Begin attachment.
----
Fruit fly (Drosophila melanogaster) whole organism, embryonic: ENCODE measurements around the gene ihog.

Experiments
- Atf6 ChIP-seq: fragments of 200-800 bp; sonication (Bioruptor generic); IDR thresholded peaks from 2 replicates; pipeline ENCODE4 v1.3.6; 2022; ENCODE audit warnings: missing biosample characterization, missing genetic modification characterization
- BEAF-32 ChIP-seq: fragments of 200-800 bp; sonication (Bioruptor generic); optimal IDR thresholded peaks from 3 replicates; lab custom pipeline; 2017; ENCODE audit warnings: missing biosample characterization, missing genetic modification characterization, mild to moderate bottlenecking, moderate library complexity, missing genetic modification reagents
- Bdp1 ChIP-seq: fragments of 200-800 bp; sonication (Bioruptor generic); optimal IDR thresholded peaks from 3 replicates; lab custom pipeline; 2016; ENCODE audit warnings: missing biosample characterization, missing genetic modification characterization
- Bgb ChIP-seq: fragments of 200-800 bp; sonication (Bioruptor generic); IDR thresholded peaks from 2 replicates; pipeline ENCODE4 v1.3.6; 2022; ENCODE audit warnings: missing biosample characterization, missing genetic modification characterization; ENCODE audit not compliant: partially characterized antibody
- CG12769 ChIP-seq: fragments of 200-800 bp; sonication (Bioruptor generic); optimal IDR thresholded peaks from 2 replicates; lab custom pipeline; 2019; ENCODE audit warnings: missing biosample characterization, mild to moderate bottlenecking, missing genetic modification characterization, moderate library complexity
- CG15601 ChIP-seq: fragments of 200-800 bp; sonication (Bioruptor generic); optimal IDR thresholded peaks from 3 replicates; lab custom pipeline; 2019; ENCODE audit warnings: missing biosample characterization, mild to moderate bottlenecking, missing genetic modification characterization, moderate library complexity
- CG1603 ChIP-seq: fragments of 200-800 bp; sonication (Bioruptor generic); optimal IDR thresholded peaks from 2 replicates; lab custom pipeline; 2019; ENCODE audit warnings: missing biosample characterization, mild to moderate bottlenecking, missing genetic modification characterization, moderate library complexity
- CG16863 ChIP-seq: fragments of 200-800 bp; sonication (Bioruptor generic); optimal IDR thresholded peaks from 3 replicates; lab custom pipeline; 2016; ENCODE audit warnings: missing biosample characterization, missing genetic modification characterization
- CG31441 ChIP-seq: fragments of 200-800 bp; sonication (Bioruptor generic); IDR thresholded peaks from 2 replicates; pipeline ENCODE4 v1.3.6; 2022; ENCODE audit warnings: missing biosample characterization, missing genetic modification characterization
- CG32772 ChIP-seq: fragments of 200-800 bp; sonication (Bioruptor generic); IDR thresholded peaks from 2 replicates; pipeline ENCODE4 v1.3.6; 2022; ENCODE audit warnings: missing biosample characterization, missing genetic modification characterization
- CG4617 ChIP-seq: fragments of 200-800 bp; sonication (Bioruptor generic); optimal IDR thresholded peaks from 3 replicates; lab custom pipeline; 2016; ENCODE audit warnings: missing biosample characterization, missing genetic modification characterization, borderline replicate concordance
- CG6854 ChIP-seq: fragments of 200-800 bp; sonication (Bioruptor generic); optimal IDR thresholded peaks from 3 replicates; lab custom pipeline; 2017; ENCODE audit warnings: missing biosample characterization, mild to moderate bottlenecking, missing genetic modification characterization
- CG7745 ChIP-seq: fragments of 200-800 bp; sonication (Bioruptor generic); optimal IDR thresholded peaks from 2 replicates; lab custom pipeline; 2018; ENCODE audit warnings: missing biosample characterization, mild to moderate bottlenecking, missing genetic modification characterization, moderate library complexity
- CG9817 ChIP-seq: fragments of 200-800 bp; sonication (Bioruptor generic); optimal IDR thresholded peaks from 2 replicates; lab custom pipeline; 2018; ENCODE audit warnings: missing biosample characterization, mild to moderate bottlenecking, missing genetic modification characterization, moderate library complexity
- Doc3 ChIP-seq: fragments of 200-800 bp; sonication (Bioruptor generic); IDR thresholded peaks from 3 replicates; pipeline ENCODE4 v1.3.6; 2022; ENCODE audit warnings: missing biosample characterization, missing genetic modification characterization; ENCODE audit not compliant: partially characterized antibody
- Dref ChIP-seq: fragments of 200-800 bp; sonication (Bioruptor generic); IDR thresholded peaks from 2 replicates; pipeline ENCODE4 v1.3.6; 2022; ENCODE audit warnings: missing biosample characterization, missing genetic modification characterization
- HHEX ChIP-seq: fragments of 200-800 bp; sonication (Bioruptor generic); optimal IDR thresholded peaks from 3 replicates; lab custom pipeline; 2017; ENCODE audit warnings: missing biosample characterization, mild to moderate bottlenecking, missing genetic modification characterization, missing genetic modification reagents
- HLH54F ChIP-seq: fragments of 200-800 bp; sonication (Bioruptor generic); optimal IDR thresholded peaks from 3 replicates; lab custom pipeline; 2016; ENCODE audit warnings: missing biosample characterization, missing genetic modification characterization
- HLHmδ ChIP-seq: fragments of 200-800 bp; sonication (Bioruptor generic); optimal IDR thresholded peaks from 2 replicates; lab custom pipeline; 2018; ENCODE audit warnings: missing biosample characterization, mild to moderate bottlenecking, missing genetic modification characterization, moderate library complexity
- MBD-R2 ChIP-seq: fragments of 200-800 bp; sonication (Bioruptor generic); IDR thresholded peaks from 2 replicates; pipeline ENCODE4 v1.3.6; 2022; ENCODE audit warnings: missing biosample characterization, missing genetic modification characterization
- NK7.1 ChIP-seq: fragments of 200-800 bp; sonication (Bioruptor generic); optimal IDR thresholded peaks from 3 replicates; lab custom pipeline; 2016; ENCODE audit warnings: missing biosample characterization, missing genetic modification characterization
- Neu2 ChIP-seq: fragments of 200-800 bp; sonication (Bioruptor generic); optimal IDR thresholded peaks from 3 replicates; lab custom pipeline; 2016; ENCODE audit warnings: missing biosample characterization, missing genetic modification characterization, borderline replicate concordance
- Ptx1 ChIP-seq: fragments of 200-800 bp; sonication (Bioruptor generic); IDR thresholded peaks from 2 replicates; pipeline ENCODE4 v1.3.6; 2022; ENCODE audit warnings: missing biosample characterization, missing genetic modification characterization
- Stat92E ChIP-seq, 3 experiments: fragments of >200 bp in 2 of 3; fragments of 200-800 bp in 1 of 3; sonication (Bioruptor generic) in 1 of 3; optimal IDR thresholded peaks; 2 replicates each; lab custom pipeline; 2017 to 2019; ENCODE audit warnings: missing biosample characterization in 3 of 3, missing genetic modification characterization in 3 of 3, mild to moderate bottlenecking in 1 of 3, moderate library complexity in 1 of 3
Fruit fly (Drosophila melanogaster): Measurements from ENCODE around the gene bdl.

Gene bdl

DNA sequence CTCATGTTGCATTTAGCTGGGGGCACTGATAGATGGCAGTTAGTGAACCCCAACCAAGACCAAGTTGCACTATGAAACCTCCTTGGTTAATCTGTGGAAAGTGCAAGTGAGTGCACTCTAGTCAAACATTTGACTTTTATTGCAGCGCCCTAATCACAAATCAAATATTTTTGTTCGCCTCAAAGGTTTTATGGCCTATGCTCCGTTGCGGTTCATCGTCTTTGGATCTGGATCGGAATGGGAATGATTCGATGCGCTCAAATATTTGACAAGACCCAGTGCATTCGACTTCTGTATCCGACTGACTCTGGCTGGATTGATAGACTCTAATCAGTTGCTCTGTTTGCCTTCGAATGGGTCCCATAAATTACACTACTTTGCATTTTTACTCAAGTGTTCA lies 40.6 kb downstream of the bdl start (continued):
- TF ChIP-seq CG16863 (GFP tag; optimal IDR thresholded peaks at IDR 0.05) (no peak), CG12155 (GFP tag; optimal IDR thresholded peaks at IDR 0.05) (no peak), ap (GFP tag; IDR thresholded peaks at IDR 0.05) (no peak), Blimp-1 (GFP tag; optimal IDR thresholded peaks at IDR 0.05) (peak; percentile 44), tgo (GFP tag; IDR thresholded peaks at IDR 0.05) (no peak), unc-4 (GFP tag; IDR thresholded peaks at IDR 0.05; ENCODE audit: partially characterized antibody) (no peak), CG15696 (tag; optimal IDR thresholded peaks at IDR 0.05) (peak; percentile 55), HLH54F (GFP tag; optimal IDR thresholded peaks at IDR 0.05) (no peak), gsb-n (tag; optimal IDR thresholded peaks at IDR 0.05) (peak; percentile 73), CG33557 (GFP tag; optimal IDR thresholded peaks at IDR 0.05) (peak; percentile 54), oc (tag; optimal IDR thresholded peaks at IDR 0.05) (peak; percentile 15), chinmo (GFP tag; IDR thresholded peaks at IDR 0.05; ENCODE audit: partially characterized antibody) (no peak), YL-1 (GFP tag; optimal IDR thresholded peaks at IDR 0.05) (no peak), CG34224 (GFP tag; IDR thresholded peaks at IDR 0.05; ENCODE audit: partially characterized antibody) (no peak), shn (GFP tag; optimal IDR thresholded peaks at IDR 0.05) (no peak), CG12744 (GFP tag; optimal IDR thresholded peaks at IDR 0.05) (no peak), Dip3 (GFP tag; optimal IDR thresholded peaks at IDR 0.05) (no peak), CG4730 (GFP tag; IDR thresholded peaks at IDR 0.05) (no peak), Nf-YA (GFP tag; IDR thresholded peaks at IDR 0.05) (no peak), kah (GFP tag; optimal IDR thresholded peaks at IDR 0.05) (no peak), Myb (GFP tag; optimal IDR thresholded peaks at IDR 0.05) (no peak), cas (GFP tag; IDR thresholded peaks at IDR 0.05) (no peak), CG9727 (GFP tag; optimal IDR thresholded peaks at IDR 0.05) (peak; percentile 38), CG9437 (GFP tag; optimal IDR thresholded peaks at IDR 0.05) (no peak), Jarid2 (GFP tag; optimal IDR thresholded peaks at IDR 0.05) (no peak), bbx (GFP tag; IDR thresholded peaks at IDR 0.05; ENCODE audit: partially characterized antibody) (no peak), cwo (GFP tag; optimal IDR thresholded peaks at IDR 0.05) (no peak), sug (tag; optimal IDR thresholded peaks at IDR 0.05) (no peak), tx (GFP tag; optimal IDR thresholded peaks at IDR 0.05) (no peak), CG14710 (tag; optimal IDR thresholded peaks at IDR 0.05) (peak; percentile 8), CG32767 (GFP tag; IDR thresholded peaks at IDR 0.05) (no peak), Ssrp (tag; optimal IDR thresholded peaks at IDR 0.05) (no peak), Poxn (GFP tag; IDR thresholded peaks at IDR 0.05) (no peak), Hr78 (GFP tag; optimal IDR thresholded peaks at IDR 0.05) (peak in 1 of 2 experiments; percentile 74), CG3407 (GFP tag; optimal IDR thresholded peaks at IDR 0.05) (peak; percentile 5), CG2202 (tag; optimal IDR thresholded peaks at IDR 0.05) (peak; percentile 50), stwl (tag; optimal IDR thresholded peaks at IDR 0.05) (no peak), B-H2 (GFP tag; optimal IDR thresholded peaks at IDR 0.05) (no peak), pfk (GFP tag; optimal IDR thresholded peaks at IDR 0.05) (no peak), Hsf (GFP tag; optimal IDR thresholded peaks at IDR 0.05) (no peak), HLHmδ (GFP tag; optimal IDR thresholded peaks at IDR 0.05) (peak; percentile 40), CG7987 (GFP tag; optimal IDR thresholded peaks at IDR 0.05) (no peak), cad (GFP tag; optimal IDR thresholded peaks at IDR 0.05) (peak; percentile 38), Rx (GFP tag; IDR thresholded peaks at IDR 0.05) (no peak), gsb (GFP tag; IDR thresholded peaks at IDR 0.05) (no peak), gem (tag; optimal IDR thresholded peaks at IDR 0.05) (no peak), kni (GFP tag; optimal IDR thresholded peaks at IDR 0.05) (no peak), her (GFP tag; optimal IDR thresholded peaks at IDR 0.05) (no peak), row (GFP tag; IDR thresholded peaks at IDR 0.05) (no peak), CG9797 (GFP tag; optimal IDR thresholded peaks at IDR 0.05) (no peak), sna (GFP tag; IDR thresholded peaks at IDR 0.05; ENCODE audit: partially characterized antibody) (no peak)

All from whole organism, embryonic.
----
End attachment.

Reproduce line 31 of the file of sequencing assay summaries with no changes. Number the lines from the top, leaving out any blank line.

All from whole organism, embryonic.